Guernsey Press

New justice framework's aim is to keep crime low

GUERNSEY’S broad approach for how it will minimise the harm done to the island’s community through crime is set to be approved by deputies next month.

(Picture by Sophie Rabey, 30717137)

The newly-published justice framework covers justice in its broadest sense – including social, family and criminal justice – and, says the States, will support the island maintaining a safe and fair, just and inclusive society.

‘Justice is a matter of great importance for every civilised community and we live in a community which rightly has high expectations to maintain a low-crime rate,’ said Home Affairs Committee president Deputy Rob Prow.

‘Justice is not only about law enforcement and addressing criminal activity but is closely linked to social and health factors, such as poverty, education and substance use, which requires us to work together to see the desired improvements.’

The cross-committee framework covers all work done across the island to minimise the impact of crime, protect the vulnerable, rehabilitation of offenders, reviewing of sentencing law, the operation of the criminal justice system, and prioritising tackling financial crime, border security and cyber security.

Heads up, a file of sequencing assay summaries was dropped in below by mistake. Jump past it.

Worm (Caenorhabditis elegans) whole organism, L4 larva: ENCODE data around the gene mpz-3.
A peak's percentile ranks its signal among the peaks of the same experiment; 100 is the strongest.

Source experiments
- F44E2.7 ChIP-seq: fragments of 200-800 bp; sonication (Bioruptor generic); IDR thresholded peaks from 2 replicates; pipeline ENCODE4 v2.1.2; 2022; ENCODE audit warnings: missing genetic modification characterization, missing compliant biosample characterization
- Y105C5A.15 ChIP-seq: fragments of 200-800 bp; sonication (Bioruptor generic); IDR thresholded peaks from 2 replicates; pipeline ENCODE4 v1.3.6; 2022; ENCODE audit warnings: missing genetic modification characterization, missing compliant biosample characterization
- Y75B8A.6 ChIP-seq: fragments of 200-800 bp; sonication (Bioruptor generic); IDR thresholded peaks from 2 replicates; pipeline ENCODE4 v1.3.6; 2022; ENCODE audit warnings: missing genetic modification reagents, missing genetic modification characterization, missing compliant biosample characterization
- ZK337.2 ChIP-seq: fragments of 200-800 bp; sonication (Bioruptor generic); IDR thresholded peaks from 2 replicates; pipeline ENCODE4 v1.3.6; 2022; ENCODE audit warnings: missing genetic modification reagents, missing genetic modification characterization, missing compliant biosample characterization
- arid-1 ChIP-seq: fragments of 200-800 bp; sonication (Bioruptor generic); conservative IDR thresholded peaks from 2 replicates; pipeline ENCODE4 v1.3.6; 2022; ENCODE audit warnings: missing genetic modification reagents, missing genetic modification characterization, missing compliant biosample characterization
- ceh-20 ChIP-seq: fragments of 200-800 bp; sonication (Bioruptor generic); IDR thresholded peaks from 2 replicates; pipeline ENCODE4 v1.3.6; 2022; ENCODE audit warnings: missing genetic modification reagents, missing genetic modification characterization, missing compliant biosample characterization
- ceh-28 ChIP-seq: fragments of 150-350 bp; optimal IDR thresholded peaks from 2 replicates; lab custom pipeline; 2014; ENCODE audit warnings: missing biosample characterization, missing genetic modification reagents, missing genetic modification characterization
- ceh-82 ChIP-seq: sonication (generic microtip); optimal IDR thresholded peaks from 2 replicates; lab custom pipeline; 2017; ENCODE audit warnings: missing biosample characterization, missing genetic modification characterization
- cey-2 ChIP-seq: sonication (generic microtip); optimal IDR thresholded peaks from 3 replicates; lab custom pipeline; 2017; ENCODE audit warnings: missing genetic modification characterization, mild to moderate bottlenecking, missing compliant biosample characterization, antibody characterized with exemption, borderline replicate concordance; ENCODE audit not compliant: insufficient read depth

The development of the framework builds on an extensive review of the justice system undertaken in 2020, which included public feedback. Work on other areas of justice, including the treatment of drug offences through the courts, continues.

A seven-year timeframe has been put forward for the delivery of justice outcomes. The process of addressing the strands of the framework will be looked at every year as part of the Government Work Plan process and a review of progress will be taken to the States once in every electoral cycle.

‘As I have said previously, the Committee for Home Affairs recognises the challenges that government is facing,’ said Deputy Prow.

‘Funding or resources will not automatically be available and a collaborative approach will be needed to ensure that actions are prioritised and phased, according to our capacity to deliver and the needs, interests and values of the community as understood at this time.’

Two areas the States will have to address is keeping crime at low levels and securing public confidence in the justice system.

‘The community has a relatively high fear of crime and perceive that it is a medium-sized problem, which does not correlate to the levels of crime,’ the committee said in its report.

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